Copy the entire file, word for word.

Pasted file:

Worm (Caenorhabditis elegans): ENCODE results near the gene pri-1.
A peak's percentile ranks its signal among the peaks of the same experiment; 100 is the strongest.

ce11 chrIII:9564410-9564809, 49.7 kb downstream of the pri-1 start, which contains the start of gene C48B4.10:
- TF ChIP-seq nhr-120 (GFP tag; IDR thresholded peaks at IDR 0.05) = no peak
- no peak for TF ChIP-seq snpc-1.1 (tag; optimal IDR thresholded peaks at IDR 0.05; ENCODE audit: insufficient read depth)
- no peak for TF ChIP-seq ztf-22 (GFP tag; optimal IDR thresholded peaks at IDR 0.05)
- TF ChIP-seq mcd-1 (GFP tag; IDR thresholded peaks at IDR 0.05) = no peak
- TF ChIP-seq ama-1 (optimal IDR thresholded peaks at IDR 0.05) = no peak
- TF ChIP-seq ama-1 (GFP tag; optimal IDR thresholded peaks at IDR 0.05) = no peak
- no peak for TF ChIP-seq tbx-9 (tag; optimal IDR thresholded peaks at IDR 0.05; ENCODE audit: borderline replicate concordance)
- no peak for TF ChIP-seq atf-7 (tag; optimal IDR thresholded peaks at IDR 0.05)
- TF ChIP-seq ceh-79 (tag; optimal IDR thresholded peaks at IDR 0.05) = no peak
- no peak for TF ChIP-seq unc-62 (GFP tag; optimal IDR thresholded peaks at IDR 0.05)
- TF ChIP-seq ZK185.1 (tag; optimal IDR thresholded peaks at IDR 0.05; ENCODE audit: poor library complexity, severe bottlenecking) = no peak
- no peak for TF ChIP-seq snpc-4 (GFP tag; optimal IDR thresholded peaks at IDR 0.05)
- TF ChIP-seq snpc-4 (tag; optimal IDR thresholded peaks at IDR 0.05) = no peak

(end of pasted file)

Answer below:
Worm (Caenorhabditis elegans): ENCODE results near the gene pri-1.
A peak's percentile ranks its signal among the peaks of the same experiment; 100 is the strongest.

ce11 chrIII:9564410-9564809, 49.7 kb downstream of the pri-1 start, which contains the start of gene C48B4.10:
- TF ChIP-seq nhr-120 (GFP tag; IDR thresholded peaks at IDR 0.05) = no peak
- no peak for TF ChIP-seq snpc-1.1 (tag; optimal IDR thresholded peaks at IDR 0.05; ENCODE audit: insufficient read depth)
- no peak for TF ChIP-seq ztf-22 (GFP tag; optimal IDR thresholded peaks at IDR 0.05)
- TF ChIP-seq mcd-1 (GFP tag; IDR thresholded peaks at IDR 0.05) = no peak
- TF ChIP-seq ama-1 (optimal IDR thresholded peaks at IDR 0.05) = no peak
- TF ChIP-seq ama-1 (GFP tag; optimal IDR thresholded peaks at IDR 0.05) = no peak
- no peak for TF ChIP-seq tbx-9 (tag; optimal IDR thresholded peaks at IDR 0.05; ENCODE audit: borderline replicate concordance)
- no peak for TF ChIP-seq atf-7 (tag; optimal IDR thresholded peaks at IDR 0.05)
- TF ChIP-seq ceh-79 (tag; optimal IDR thresholded peaks at IDR 0.05) = no peak
- no peak for TF ChIP-seq unc-62 (GFP tag; optimal IDR thresholded peaks at IDR 0.05)
- TF ChIP-seq ZK185.1 (tag; optimal IDR thresholded peaks at IDR 0.05; ENCODE audit: poor library complexity, severe bottlenecking) = no peak
- no peak for TF ChIP-seq snpc-4 (GFP tag; optimal IDR thresholded peaks at IDR 0.05)
- TF ChIP-seq snpc-4 (tag; optimal IDR thresholded peaks at IDR 0.05) = no peak